Amid reports that Australia's cricketers will decide this weekend whether their image rights are sold offshore, CA high performance manager Pat Howard has warned they must seek permission to play in other Twenty20 leagues.
Months of bitter negotiations are coming to a head before the current Memorandum of Understanding (MOU) expires on Friday with players to be unemployed if there is no resolution.
Coming tours to Bangladesh and India are also at risk along with England's showpiece Ashes tour to Australia later in the year.
With the increasing likelihood of no agreement, media are reporting that some players will seek employment in foreign T20 leagues if they are left without a contract.
CA has warned players that if they sign with competing sponsors they will not be offered new contracts, The Australian newspaper said.
The more than 200 players who will be out of contract were informed that they would not be expected to train or play and that they would not be paid for that period even when a new contract was signed, the CA email said.
The correspondence is seen as a clear sign that CA intends to dig in if players do not agree to its proposal to modify the revenue-share arrangement from previous agreements.
The Australian Cricketers' Association has been staunchly opposed to CA's plan to modify the existing MOU that provides a flat share of revenue for the players.
CA has offered international men's and women's players a share of surpluses up to Aus$20 million (US$15 million), while increases in domestic players' payments would be capped at 18 percent (men) and 150 percent (women).
In the latest CA correspondence, Howard told the players: "If your contract expires on 30 June, you will not be an employee of CA, a State Association or a W/BBL Team from 1 July.
"This means that you are not required to play, train, perform player appearances or media commitments, and you will not be paid a retainer until such time as a MOU is agreed and a player contract is agreed with you in writing."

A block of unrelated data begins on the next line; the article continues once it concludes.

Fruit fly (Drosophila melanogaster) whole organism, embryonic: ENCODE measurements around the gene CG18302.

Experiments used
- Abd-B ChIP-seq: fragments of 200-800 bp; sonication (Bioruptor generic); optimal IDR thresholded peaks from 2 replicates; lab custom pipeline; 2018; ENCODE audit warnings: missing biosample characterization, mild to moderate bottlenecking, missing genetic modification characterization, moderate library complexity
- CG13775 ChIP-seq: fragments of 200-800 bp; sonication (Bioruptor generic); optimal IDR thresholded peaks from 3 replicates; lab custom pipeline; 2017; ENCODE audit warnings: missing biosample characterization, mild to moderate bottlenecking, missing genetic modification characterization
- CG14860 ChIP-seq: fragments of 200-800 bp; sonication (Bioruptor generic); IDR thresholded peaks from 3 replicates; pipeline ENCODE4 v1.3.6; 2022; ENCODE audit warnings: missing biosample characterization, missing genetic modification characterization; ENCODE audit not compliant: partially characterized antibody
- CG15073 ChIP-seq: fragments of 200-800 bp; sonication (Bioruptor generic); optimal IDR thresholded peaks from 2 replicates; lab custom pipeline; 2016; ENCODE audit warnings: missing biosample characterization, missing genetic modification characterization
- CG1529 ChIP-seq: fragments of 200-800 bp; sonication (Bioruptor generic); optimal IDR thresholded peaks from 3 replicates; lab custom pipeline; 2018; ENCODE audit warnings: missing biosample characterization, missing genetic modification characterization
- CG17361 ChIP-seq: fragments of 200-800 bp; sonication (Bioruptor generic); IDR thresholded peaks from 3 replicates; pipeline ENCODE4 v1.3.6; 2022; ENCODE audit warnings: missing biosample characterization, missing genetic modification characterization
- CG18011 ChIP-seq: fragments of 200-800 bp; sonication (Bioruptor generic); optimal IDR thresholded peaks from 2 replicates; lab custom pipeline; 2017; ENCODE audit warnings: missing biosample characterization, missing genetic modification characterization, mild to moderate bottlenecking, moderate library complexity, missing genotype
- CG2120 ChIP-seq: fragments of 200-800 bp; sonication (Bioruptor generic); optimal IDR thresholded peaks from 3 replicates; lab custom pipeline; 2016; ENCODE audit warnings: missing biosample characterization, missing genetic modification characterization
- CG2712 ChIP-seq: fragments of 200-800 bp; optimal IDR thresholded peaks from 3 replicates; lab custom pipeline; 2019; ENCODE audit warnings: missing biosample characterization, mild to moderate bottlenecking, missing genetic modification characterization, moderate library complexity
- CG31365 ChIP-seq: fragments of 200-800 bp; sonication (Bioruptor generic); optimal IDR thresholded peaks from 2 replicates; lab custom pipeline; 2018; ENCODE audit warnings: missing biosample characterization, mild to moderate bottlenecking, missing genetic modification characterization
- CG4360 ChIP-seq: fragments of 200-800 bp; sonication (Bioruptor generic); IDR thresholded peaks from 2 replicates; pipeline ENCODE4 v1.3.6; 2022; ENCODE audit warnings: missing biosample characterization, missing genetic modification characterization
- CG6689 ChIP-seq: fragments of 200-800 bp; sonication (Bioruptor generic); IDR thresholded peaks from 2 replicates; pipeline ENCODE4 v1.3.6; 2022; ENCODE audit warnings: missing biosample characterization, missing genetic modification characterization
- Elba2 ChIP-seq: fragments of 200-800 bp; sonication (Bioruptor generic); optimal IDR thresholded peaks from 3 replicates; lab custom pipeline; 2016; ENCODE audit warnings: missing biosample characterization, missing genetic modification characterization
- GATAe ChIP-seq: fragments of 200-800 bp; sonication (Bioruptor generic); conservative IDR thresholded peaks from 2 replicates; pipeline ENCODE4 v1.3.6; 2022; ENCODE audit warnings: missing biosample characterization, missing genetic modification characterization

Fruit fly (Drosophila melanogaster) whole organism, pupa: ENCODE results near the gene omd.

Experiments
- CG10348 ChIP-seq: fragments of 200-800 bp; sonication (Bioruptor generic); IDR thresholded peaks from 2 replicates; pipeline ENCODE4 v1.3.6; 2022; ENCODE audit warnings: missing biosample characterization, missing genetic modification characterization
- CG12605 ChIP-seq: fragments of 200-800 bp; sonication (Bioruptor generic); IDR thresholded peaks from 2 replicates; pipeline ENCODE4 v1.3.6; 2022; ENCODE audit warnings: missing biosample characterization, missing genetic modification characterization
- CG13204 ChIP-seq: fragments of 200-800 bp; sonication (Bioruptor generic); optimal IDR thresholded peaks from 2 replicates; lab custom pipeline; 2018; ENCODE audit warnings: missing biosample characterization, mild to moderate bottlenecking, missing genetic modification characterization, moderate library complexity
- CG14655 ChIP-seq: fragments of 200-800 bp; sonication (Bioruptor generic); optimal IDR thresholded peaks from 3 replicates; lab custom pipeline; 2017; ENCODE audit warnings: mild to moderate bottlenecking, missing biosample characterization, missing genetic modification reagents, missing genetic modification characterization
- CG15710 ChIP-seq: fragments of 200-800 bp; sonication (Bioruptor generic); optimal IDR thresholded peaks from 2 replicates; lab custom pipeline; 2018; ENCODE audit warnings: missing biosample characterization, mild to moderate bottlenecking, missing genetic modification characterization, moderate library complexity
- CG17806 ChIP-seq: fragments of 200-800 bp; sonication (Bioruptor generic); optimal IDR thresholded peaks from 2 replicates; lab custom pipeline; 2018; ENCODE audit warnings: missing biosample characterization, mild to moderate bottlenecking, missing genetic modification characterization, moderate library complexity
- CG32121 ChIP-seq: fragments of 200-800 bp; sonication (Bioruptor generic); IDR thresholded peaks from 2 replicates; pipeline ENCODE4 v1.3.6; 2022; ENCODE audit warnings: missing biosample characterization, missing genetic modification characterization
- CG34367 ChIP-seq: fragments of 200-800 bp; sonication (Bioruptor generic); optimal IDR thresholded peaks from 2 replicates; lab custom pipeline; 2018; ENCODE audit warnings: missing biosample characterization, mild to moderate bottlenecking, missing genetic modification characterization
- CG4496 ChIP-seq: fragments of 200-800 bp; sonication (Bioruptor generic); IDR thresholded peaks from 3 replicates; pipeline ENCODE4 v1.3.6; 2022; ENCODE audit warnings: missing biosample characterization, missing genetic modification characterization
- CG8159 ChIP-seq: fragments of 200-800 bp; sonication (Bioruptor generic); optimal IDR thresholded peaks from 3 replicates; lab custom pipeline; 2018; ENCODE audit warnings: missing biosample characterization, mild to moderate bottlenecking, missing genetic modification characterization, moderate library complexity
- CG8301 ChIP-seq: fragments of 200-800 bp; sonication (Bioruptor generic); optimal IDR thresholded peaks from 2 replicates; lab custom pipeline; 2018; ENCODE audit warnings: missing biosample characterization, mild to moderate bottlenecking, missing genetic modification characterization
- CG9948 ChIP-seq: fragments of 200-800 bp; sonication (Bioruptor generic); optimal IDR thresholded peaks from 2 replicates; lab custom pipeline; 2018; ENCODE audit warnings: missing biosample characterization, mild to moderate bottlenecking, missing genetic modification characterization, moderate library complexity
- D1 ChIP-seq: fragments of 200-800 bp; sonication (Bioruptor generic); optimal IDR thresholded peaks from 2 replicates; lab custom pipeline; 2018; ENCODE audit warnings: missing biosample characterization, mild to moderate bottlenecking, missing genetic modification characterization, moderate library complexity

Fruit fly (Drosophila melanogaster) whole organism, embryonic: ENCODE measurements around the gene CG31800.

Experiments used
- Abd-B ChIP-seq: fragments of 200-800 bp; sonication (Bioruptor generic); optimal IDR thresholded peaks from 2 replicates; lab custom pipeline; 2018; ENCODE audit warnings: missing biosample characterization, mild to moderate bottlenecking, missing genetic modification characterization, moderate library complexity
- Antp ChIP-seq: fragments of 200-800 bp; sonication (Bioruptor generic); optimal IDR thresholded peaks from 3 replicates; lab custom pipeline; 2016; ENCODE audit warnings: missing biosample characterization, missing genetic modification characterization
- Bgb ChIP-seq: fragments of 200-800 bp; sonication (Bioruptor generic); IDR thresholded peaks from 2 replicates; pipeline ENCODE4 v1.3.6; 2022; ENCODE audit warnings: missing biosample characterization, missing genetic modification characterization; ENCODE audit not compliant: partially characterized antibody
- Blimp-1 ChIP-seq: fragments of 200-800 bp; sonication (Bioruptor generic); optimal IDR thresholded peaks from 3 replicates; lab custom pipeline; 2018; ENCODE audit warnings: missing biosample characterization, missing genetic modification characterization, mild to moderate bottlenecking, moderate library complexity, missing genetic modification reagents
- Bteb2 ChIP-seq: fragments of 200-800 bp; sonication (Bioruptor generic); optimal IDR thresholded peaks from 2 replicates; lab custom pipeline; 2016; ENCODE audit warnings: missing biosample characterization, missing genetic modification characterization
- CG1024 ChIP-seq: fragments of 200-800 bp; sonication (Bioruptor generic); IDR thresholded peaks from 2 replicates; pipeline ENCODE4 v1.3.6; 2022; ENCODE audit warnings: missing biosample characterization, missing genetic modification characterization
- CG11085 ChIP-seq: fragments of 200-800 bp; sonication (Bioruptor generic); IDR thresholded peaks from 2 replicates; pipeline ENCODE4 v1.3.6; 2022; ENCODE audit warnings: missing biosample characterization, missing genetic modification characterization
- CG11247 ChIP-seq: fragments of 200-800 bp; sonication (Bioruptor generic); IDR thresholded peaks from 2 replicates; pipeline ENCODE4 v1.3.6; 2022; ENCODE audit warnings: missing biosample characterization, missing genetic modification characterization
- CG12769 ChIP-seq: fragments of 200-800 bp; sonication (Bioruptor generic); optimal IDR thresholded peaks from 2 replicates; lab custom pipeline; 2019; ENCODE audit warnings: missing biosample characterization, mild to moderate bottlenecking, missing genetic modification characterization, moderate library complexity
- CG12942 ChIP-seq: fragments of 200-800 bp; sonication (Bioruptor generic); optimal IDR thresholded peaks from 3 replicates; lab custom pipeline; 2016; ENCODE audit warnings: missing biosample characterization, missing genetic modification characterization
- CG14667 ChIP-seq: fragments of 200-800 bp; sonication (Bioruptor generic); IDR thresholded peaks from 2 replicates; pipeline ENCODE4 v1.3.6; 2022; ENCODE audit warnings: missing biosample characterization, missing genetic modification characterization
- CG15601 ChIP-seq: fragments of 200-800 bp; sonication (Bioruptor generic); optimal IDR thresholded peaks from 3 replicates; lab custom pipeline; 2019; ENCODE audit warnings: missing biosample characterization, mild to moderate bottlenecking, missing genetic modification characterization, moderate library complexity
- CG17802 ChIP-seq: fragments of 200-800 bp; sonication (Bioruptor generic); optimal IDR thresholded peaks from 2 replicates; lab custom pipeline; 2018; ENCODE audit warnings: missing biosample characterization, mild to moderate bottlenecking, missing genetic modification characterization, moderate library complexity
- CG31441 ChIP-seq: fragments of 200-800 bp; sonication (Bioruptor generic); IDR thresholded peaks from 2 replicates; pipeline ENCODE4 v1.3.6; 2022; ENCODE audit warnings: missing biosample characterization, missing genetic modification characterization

The players have established 'The Cricketers Brand' in anticipation of a lockout but CA warned them they need to be careful about new sponsors.
"All players will be provided with a list of protected sponsors for 2017/18," Howard wrote.
"Any player entering into unapproved endorsements during any uncontracted period puts at risk future endorsement arrangements with CA, State and W/BBL partners," and "puts you at risk of not being able to enter into a contract for the upcoming season with CA, the State or W/BBL Team.”
Fairfax Media said that with a resolution unlikely before Friday's deadline suitors in India and England were ready to pounce.
The players' union told Fairfax Media that they had had inquiries from India about sponsoring a collective of Australia's most high-profile players should the pay dispute not be resolved by Friday.
The likes of David Warner, Steve Smith, Mitchell Starc and Glenn Maxwell are huge names on the subcontinent and would be in big demand.
"The negotiations have obviously created interest overseas and there has been genuine interest from the Indian market in regards to players' IP and taking that offshore," said ACA commercial manager Tim Cruickshank.
cricket australiaCricket Australia Pay DisputeCricket Australia Pay IssuesDavid WarnerGlenn MaxwellMitchell Starcsteve smith
First Published: June 29, 2017, 9:55 AM IST